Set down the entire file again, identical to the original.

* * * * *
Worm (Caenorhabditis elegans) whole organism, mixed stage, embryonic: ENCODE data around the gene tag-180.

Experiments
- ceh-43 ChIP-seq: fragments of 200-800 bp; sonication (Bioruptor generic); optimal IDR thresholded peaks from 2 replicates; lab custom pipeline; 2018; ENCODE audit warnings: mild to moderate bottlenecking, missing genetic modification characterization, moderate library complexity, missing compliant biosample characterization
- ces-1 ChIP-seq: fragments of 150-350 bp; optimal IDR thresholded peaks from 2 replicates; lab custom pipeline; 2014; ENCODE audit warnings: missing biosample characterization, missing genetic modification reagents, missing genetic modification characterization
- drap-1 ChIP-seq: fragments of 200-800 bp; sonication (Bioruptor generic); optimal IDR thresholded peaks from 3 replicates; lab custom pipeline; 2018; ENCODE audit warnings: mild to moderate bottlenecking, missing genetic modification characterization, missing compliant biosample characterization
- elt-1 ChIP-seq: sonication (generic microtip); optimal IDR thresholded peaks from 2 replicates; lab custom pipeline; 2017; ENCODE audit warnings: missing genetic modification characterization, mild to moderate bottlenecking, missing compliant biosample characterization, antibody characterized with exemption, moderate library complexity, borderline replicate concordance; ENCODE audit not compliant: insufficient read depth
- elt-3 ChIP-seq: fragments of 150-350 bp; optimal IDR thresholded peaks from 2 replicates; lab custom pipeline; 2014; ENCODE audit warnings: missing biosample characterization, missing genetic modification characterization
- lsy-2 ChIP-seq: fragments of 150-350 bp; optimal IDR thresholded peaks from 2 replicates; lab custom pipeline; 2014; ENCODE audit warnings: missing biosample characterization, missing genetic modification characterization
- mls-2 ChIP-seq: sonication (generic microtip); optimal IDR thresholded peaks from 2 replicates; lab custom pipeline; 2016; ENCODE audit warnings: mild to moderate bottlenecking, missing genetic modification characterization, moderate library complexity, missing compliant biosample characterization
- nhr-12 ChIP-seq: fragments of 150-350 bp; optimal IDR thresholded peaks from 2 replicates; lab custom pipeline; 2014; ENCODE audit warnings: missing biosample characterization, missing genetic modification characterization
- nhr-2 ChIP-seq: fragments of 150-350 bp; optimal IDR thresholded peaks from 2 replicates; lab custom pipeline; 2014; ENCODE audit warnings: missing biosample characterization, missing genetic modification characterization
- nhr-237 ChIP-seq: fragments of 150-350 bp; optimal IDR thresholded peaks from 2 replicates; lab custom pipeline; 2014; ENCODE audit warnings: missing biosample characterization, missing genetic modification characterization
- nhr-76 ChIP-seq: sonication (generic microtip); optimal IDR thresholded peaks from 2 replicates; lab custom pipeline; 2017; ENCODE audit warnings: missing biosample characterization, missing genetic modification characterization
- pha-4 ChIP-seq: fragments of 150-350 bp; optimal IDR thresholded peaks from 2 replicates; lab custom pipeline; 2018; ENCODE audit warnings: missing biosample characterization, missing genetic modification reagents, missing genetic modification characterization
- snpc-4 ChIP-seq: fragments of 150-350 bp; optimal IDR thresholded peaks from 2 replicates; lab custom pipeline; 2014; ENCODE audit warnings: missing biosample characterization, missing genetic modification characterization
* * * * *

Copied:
Worm (Caenorhabditis elegans) whole organism, mixed stage, embryonic: ENCODE data around the gene tag-180.

Experiments
- ceh-43 ChIP-seq: fragments of 200-800 bp; sonication (Bioruptor generic); optimal IDR thresholded peaks from 2 replicates; lab custom pipeline; 2018; ENCODE audit warnings: mild to moderate bottlenecking, missing genetic modification characterization, moderate library complexity, missing compliant biosample characterization
- ces-1 ChIP-seq: fragments of 150-350 bp; optimal IDR thresholded peaks from 2 replicates; lab custom pipeline; 2014; ENCODE audit warnings: missing biosample characterization, missing genetic modification reagents, missing genetic modification characterization
- drap-1 ChIP-seq: fragments of 200-800 bp; sonication (Bioruptor generic); optimal IDR thresholded peaks from 3 replicates; lab custom pipeline; 2018; ENCODE audit warnings: mild to moderate bottlenecking, missing genetic modification characterization, missing compliant biosample characterization
- elt-1 ChIP-seq: sonication (generic microtip); optimal IDR thresholded peaks from 2 replicates; lab custom pipeline; 2017; ENCODE audit warnings: missing genetic modification characterization, mild to moderate bottlenecking, missing compliant biosample characterization, antibody characterized with exemption, moderate library complexity, borderline replicate concordance; ENCODE audit not compliant: insufficient read depth
- elt-3 ChIP-seq: fragments of 150-350 bp; optimal IDR thresholded peaks from 2 replicates; lab custom pipeline; 2014; ENCODE audit warnings: missing biosample characterization, missing genetic modification characterization
- lsy-2 ChIP-seq: fragments of 150-350 bp; optimal IDR thresholded peaks from 2 replicates; lab custom pipeline; 2014; ENCODE audit warnings: missing biosample characterization, missing genetic modification characterization
- mls-2 ChIP-seq: sonication (generic microtip); optimal IDR thresholded peaks from 2 replicates; lab custom pipeline; 2016; ENCODE audit warnings: mild to moderate bottlenecking, missing genetic modification characterization, moderate library complexity, missing compliant biosample characterization
- nhr-12 ChIP-seq: fragments of 150-350 bp; optimal IDR thresholded peaks from 2 replicates; lab custom pipeline; 2014; ENCODE audit warnings: missing biosample characterization, missing genetic modification characterization
- nhr-2 ChIP-seq: fragments of 150-350 bp; optimal IDR thresholded peaks from 2 replicates; lab custom pipeline; 2014; ENCODE audit warnings: missing biosample characterization, missing genetic modification characterization
- nhr-237 ChIP-seq: fragments of 150-350 bp; optimal IDR thresholded peaks from 2 replicates; lab custom pipeline; 2014; ENCODE audit warnings: missing biosample characterization, missing genetic modification characterization
- nhr-76 ChIP-seq: sonication (generic microtip); optimal IDR thresholded peaks from 2 replicates; lab custom pipeline; 2017; ENCODE audit warnings: missing biosample characterization, missing genetic modification characterization
- pha-4 ChIP-seq: fragments of 150-350 bp; optimal IDR thresholded peaks from 2 replicates; lab custom pipeline; 2018; ENCODE audit warnings: missing biosample characterization, missing genetic modification reagents, missing genetic modification characterization
- snpc-4 ChIP-seq: fragments of 150-350 bp; optimal IDR thresholded peaks from 2 replicates; lab custom pipeline; 2014; ENCODE audit warnings: missing biosample characterization, missing genetic modification characterization